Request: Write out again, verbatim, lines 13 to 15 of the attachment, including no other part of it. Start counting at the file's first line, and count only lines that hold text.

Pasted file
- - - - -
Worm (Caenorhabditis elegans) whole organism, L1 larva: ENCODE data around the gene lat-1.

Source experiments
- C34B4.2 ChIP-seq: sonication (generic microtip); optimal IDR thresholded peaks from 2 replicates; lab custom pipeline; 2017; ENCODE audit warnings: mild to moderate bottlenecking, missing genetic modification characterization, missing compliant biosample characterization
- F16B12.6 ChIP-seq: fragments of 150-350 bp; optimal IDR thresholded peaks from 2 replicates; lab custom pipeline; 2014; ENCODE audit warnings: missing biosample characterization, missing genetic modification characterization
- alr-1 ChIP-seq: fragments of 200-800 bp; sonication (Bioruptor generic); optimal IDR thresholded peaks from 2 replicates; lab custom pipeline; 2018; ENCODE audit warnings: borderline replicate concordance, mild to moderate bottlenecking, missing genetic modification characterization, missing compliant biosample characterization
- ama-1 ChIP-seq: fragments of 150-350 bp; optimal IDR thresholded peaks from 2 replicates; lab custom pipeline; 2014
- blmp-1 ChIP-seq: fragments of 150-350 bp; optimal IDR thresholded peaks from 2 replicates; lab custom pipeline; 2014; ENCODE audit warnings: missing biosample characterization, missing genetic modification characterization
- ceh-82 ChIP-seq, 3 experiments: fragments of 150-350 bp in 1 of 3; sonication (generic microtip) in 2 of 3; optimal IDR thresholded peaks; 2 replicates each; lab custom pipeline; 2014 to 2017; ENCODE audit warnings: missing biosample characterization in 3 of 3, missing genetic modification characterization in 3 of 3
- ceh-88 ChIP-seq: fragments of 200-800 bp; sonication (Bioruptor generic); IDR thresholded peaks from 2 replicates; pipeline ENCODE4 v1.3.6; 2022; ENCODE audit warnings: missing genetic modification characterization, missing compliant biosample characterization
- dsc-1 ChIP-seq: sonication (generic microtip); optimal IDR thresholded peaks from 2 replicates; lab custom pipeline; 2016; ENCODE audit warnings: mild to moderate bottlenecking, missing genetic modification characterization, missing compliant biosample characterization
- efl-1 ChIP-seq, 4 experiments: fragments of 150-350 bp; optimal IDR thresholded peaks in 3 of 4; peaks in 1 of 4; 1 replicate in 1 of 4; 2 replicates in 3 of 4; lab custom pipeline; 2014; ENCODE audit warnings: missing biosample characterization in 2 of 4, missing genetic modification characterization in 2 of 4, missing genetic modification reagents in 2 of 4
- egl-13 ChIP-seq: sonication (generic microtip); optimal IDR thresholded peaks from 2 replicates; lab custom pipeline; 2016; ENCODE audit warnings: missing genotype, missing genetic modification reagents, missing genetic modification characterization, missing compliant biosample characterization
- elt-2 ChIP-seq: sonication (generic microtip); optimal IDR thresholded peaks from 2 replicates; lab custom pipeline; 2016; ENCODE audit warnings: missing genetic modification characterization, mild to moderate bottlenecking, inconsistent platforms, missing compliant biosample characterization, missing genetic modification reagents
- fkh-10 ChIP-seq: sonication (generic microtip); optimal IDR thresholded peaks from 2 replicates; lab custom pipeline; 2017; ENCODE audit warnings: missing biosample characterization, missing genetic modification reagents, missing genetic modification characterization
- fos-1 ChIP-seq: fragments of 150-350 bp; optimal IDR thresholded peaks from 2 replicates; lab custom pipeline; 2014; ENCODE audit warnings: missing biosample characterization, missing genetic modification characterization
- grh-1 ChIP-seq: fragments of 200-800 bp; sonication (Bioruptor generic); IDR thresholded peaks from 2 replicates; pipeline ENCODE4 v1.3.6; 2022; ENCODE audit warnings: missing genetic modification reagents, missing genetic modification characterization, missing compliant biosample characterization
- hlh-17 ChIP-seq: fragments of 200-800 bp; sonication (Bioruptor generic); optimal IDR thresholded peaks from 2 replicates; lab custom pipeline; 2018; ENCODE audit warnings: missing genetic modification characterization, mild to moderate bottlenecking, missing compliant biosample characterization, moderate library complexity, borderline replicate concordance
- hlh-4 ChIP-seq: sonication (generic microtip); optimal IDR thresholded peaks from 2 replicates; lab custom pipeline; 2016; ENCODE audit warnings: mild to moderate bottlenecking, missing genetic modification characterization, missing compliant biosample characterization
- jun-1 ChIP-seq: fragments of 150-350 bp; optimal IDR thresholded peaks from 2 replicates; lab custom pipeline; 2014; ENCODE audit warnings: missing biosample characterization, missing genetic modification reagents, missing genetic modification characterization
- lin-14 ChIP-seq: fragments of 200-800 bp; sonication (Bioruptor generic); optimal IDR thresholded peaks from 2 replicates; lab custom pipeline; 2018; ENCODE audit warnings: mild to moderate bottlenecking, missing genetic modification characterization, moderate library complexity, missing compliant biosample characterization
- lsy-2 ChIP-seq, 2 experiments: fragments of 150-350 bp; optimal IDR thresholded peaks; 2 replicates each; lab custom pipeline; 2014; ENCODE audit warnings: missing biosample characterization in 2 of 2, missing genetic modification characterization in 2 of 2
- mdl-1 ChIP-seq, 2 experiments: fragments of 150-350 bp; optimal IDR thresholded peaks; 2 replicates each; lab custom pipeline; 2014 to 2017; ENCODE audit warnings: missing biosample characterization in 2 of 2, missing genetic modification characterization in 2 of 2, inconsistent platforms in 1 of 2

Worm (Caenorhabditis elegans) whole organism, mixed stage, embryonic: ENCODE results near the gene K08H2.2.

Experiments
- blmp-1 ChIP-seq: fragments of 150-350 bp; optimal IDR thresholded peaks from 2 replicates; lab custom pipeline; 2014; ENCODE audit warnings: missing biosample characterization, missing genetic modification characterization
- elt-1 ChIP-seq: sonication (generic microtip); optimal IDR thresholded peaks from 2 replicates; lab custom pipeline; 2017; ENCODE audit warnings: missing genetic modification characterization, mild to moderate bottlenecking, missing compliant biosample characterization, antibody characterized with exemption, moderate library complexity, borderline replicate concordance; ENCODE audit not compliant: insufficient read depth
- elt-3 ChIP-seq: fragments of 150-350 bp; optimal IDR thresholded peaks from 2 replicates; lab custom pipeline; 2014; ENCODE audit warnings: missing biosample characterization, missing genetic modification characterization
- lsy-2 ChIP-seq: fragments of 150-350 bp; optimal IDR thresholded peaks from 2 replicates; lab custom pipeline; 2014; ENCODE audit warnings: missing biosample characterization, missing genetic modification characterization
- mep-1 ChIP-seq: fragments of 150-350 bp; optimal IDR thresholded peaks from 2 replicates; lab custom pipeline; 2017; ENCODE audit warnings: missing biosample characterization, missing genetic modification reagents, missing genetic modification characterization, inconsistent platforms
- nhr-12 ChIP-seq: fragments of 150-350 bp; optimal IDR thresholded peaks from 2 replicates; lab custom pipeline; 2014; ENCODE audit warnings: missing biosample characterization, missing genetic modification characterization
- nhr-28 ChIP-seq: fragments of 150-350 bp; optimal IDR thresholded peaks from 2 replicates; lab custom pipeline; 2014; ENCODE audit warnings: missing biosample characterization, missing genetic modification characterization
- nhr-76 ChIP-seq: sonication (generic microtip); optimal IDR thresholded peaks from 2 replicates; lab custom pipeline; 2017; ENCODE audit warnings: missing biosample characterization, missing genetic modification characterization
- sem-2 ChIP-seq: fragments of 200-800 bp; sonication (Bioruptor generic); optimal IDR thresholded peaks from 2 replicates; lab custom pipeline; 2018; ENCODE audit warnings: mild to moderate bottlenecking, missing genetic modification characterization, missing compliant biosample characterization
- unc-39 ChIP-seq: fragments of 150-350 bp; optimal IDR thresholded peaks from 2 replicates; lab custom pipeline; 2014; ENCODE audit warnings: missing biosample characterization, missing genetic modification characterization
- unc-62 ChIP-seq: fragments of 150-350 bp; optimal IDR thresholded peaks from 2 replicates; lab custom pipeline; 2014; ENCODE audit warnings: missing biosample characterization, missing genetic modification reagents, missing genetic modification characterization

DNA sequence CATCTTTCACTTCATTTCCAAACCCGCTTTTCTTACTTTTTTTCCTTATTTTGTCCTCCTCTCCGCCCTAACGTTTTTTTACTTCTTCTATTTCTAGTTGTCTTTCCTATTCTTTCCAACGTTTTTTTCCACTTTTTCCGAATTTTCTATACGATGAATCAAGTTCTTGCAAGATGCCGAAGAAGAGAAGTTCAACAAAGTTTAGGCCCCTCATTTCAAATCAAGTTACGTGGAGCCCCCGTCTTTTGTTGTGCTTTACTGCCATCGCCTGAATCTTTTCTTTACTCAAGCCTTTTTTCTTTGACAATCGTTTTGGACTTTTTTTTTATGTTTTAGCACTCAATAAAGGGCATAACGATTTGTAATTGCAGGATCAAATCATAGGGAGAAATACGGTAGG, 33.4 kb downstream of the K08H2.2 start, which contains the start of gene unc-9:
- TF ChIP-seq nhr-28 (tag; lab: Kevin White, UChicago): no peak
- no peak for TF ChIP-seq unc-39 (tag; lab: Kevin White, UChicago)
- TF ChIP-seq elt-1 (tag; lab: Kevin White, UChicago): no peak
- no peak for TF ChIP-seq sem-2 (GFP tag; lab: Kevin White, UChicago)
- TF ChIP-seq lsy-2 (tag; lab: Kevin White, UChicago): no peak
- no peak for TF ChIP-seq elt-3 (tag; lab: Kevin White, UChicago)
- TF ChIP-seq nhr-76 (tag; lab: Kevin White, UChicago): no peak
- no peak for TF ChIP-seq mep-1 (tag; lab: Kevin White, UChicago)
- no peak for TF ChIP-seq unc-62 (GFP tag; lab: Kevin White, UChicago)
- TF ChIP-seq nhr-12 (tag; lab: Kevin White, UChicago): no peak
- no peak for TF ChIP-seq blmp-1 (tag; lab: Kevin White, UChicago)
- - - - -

- elt-2 ChIP-seq: sonication (generic microtip); optimal IDR thresholded peaks from 2 replicates; lab custom pipeline; 2016; ENCODE audit warnings: missing genetic modification characterization, mild to moderate bottlenecking, inconsistent platforms, missing compliant biosample characterization, missing genetic modification reagents
- fkh-10 ChIP-seq: sonication (generic microtip); optimal IDR thresholded peaks from 2 replicates; lab custom pipeline; 2017; ENCODE audit warnings: missing biosample characterization, missing genetic modification reagents, missing genetic modification characterization
- fos-1 ChIP-seq: fragments of 150-350 bp; optimal IDR thresholded peaks from 2 replicates; lab custom pipeline; 2014; ENCODE audit warnings: missing biosample characterization, missing genetic modification characterization